"Food, Inc." director (Robert Kenner) and co-producer (Eric Schlosser, author of Fast Food Nation) join more than two dozen sustainable food movement leaders in an open letter to burrito giant Chipotle in support of migrant farmworkers!

In a strongly worded letter, more than two dozen of the country's leading sustainable food activists are demanding that Denver-based Chipotle, the fastest growing company in fast-food, live up to its claims of "Food with Integrity" and "work with the Coalition of Immokalee Workers as a true partner in the protection of farmworkers' rights."
Frances Moore Lappe ("Diet for a Small Planet"), Raj Patel ("Stuffed and Starved"), Josh Viertel (President, Slow Food USA), and Robert Kenner and Eric Schlosser (director and co-producer the critically acclaimed new documentary on the food industry, "Food, Inc.") are just a few of the voices for a more just food system that added their names to the open letter. Here's an excerpt:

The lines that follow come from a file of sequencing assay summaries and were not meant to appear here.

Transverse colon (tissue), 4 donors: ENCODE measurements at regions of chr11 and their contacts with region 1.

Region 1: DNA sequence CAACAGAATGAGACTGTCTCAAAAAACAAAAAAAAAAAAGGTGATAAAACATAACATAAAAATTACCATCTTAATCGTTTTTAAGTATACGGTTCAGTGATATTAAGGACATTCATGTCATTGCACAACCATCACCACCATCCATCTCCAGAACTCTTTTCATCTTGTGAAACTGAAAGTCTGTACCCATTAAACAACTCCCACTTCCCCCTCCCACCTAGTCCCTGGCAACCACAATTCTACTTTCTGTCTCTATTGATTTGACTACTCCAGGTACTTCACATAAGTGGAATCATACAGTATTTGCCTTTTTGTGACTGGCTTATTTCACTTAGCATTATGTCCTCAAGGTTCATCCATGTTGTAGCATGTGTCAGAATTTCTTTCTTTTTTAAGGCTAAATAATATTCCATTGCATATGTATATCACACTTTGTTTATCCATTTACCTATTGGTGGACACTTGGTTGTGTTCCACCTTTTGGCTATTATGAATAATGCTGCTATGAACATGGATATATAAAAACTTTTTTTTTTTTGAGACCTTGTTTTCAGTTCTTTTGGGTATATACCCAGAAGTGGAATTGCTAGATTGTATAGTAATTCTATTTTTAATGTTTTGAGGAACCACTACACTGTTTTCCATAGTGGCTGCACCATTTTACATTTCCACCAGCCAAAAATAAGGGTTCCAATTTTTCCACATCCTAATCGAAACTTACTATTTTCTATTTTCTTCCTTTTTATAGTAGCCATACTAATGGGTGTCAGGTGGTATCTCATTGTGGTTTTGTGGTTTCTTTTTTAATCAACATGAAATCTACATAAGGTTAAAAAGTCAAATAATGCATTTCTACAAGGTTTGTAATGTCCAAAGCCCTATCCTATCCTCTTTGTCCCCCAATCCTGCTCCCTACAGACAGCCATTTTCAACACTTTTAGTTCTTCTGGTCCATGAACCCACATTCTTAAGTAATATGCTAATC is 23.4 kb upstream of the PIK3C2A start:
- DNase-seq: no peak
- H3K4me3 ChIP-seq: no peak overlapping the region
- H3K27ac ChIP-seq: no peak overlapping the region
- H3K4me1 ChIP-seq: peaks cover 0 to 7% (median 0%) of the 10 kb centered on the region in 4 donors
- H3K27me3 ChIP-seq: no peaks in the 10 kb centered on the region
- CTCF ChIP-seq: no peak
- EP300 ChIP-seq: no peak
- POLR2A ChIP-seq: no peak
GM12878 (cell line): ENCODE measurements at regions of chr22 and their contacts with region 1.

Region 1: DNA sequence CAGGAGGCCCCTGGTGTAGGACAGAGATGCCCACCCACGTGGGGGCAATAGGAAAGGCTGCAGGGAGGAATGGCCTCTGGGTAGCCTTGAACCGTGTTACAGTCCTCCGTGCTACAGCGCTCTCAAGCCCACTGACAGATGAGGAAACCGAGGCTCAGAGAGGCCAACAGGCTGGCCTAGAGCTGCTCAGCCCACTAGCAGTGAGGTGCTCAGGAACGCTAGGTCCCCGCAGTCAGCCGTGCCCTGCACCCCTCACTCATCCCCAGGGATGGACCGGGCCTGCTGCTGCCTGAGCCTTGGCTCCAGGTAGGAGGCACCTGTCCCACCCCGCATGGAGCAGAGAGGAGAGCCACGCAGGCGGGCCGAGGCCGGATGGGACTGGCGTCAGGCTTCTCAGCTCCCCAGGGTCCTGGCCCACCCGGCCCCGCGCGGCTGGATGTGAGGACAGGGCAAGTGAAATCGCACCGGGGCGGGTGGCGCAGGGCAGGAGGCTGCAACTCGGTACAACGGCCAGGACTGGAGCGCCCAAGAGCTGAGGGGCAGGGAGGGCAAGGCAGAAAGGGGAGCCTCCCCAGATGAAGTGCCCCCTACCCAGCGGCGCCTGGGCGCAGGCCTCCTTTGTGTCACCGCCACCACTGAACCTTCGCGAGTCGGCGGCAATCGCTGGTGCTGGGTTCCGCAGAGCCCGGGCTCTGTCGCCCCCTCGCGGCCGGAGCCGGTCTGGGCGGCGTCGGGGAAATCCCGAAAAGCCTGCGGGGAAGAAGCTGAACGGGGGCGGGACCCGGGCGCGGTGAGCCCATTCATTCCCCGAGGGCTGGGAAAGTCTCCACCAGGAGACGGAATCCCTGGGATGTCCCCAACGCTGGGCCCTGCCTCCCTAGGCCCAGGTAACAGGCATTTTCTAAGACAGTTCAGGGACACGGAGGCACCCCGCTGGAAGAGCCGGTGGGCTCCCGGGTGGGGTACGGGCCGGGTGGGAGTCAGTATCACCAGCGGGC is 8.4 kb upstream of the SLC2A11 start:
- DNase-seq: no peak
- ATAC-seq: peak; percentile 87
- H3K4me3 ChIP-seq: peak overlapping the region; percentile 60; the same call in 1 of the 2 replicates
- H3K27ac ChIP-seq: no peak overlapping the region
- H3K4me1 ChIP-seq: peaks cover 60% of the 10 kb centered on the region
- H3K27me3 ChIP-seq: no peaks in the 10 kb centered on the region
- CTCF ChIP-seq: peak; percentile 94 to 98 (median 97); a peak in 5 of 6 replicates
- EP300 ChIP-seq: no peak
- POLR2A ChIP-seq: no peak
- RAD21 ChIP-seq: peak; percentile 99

"We realize that Chipotle has announced that it's paying an extra penny per pound for tomatoes, but we have to ask: What has Chipotle done since that announcement to identify and cultivate growers who are willing to raise their labor standards and pass the penny along to their workers? Your company has shown admirable leadership in working with – and incubating – meat suppliers willing to meet your higher standards. But your failure to do that same hard work in the Florida tomato industry – together with the Coalition of Immokalee Workers (CIW) – threatens to render your announcement an empty gesture aimed more at public relations damage control than an effort to make real change."